Working towards crucial environmental goals allows me to give back to my community by proving that disability is not a barrier to achieving and sharing a social message with others. My point is that empowered disabled people can not only diminish the potential of being a future burden on society by developing a career from which they can support themselves  – but further than that they can strive to make a valued contribution to society. My success is not only my own, and that of the educators and support institutions that facilitate my work, but also a powerful message to the wider community – that it is possible to follows one’s dream even when one starts off from a disadvantaged position. When disabled people are not supported in contributing actively to their communities it is a loose-loose situation – but it can transform into a win-win with leaders that walk the talk”.

This programme is listed on Arts Online website. Arts Online is the New Zealand representative at the APAH UNESCO.




2. Dr. Annick Janson supports Yaniv throughout the project. She is Yaniv's mother and leadership coach. The two have been collaborating on such projects since 2008, and complete about one project per year. So far the total funding for these projects has totalled $23,000 and all projects have been summarised and final reports filed with funders. She is very active in the UNESCO communities relevant to our activities. Together they share our findings and resources at relevant national meetings and internationally, via conferences and online fora. On the UNESCO-led World Summit on Information Society (WSIS) we share educational multimedia with teachers and educators in NZ and the world via our own platform at: www.wsis-community.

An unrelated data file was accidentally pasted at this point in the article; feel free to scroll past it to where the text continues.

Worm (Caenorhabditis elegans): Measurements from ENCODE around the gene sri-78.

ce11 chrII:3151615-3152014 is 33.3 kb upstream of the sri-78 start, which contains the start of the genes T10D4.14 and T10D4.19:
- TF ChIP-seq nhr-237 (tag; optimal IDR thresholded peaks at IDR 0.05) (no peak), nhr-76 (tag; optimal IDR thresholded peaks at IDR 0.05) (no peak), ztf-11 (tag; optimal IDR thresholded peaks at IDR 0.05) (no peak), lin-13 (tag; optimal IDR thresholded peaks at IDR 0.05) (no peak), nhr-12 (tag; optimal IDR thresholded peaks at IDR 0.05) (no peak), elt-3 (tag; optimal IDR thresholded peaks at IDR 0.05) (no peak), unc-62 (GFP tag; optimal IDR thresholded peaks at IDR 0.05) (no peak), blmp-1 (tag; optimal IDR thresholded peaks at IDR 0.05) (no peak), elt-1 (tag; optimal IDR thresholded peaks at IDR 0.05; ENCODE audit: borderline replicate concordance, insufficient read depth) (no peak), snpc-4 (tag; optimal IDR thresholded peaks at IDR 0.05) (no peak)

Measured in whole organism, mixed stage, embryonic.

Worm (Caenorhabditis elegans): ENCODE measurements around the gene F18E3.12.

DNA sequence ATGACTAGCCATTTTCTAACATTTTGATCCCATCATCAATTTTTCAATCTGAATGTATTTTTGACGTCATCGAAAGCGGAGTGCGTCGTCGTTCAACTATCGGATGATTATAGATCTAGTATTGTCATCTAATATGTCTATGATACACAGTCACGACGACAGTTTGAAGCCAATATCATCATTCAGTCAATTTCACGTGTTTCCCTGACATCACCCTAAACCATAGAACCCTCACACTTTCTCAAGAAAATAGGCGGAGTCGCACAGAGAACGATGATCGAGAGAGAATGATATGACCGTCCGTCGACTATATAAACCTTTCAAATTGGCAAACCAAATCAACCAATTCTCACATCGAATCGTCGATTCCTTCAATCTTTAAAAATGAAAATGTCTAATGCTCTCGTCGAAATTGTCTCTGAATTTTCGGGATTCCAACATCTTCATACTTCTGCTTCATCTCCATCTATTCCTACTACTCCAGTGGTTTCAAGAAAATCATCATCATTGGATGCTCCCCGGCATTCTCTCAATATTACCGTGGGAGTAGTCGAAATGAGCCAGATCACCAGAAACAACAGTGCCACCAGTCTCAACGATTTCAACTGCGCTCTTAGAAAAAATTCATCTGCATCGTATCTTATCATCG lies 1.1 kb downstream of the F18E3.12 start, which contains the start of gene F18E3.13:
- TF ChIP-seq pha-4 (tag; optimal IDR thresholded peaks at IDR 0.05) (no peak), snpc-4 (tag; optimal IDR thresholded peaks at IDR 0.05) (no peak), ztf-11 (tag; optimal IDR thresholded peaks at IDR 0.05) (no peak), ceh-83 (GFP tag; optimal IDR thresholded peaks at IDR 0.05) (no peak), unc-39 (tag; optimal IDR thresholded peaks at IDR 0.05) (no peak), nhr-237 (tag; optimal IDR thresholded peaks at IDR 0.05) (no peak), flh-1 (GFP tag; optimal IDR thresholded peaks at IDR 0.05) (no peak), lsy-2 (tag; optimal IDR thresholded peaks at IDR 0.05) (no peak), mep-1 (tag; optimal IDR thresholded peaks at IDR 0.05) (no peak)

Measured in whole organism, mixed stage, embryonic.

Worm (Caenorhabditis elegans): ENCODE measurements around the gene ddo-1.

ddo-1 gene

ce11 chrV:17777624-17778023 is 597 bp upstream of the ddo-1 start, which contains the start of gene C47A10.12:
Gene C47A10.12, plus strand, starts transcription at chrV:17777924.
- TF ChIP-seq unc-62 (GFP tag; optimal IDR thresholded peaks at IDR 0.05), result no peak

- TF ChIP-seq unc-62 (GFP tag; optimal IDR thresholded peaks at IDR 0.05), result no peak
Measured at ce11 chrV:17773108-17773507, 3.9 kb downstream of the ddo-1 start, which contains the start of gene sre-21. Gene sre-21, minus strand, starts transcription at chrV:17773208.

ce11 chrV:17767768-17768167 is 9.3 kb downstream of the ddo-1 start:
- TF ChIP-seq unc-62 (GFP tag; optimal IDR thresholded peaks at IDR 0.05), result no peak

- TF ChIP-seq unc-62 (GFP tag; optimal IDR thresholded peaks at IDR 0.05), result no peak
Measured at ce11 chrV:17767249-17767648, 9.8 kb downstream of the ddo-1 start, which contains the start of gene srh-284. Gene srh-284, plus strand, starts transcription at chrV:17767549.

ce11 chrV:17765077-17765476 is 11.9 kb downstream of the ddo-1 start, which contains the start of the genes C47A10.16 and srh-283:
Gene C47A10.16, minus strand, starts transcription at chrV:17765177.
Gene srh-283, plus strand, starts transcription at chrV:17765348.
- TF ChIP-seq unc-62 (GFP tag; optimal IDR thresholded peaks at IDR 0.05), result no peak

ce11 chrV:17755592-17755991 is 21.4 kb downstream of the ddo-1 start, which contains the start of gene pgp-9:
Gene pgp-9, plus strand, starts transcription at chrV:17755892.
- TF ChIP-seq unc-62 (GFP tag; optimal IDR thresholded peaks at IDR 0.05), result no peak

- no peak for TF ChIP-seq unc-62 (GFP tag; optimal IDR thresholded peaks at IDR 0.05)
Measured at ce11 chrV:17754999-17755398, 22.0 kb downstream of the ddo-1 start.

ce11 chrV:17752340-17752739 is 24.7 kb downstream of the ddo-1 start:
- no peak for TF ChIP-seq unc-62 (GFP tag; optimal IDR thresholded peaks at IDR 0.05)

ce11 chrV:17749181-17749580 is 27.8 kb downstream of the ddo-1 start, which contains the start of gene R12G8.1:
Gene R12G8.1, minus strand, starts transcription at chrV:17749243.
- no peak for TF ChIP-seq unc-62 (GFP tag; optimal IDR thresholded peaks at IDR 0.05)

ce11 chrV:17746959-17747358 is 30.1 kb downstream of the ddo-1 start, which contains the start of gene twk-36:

Dr. Janson has been a member of the United UNEVOC TVET UNESCO network since 2012. This year she has  participated in the Sept 2014 conference on skills for the creative industries. The conference programme URL is listed in the reference section of the Additional Materials. The UNESCO-UNEVOC International Centre for Technical and Vocational Education and Training acts as part of the United Nations mandate to promote peace, justice, equity, poverty alleviation, and greater social cohesion. The Centre assists Member States develop policies and practices concerning education for the world of work and skills development for employability and citizenship, to achieve: access for all, high quality, relevant and effective programmes learning opportunities throughout life.
Dr. Janson is a member of the Open Educational Resources (OER) UNESCO Forum where we share the results of our applied research with researchers and global collaborators and the UNESCO International Bureau of Education (IBE) Community of Practice in Curriculum Development.

Photo credit: Yaniv Janson

3. Maya Zilberberg is a young designer who recently joined the team to support Yaniv move the project to the next level. In discussion with Yaniv, Maya will design the updated edition of Changing the World as an ibook.

We feel blessed to work with the Director of Apple Initiatives: Accessibility & Learning
ANZ & South Asia and the Education Development Executive for Apple New Zealand in this project and aim to design an electronic book that will open opportunities for more audiences to Take Action! The ibook will embed assistive technologies to make it accessible for more audiences and provide an example of Accessibility Best Practice.